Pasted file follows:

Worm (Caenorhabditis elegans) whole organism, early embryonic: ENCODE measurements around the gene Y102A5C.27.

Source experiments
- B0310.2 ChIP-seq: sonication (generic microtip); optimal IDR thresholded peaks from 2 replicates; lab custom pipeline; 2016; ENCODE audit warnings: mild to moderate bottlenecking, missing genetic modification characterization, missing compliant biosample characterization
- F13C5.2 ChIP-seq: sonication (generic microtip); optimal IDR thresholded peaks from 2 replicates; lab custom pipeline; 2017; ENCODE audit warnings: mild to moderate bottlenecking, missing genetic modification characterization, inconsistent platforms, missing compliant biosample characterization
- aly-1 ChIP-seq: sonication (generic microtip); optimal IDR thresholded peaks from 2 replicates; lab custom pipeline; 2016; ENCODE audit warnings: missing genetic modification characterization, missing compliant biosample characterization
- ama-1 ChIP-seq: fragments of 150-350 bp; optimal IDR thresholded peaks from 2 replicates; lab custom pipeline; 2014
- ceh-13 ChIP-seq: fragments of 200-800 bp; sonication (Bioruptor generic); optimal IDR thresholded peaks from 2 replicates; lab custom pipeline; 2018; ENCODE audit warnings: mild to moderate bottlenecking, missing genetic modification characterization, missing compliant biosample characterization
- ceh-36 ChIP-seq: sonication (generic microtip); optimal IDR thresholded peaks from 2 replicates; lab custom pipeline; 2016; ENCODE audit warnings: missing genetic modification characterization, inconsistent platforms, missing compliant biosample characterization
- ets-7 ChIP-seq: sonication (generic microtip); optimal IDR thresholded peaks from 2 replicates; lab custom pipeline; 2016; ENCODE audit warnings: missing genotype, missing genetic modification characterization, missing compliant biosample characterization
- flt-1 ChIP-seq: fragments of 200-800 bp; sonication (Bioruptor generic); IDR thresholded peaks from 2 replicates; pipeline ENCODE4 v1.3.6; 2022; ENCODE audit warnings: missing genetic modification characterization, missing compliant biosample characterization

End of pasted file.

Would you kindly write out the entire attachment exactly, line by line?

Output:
Worm (Caenorhabditis elegans) whole organism, early embryonic: ENCODE measurements around the gene Y102A5C.27.

Source experiments
- B0310.2 ChIP-seq: sonication (generic microtip); optimal IDR thresholded peaks from 2 replicates; lab custom pipeline; 2016; ENCODE audit warnings: mild to moderate bottlenecking, missing genetic modification characterization, missing compliant biosample characterization
- F13C5.2 ChIP-seq: sonication (generic microtip); optimal IDR thresholded peaks from 2 replicates; lab custom pipeline; 2017; ENCODE audit warnings: mild to moderate bottlenecking, missing genetic modification characterization, inconsistent platforms, missing compliant biosample characterization
- aly-1 ChIP-seq: sonication (generic microtip); optimal IDR thresholded peaks from 2 replicates; lab custom pipeline; 2016; ENCODE audit warnings: missing genetic modification characterization, missing compliant biosample characterization
- ama-1 ChIP-seq: fragments of 150-350 bp; optimal IDR thresholded peaks from 2 replicates; lab custom pipeline; 2014
- ceh-13 ChIP-seq: fragments of 200-800 bp; sonication (Bioruptor generic); optimal IDR thresholded peaks from 2 replicates; lab custom pipeline; 2018; ENCODE audit warnings: mild to moderate bottlenecking, missing genetic modification characterization, missing compliant biosample characterization
- ceh-36 ChIP-seq: sonication (generic microtip); optimal IDR thresholded peaks from 2 replicates; lab custom pipeline; 2016; ENCODE audit warnings: missing genetic modification characterization, inconsistent platforms, missing compliant biosample characterization
- ets-7 ChIP-seq: sonication (generic microtip); optimal IDR thresholded peaks from 2 replicates; lab custom pipeline; 2016; ENCODE audit warnings: missing genotype, missing genetic modification characterization, missing compliant biosample characterization
- flt-1 ChIP-seq: fragments of 200-800 bp; sonication (Bioruptor generic); IDR thresholded peaks from 2 replicates; pipeline ENCODE4 v1.3.6; 2022; ENCODE audit warnings: missing genetic modification characterization, missing compliant biosample characterization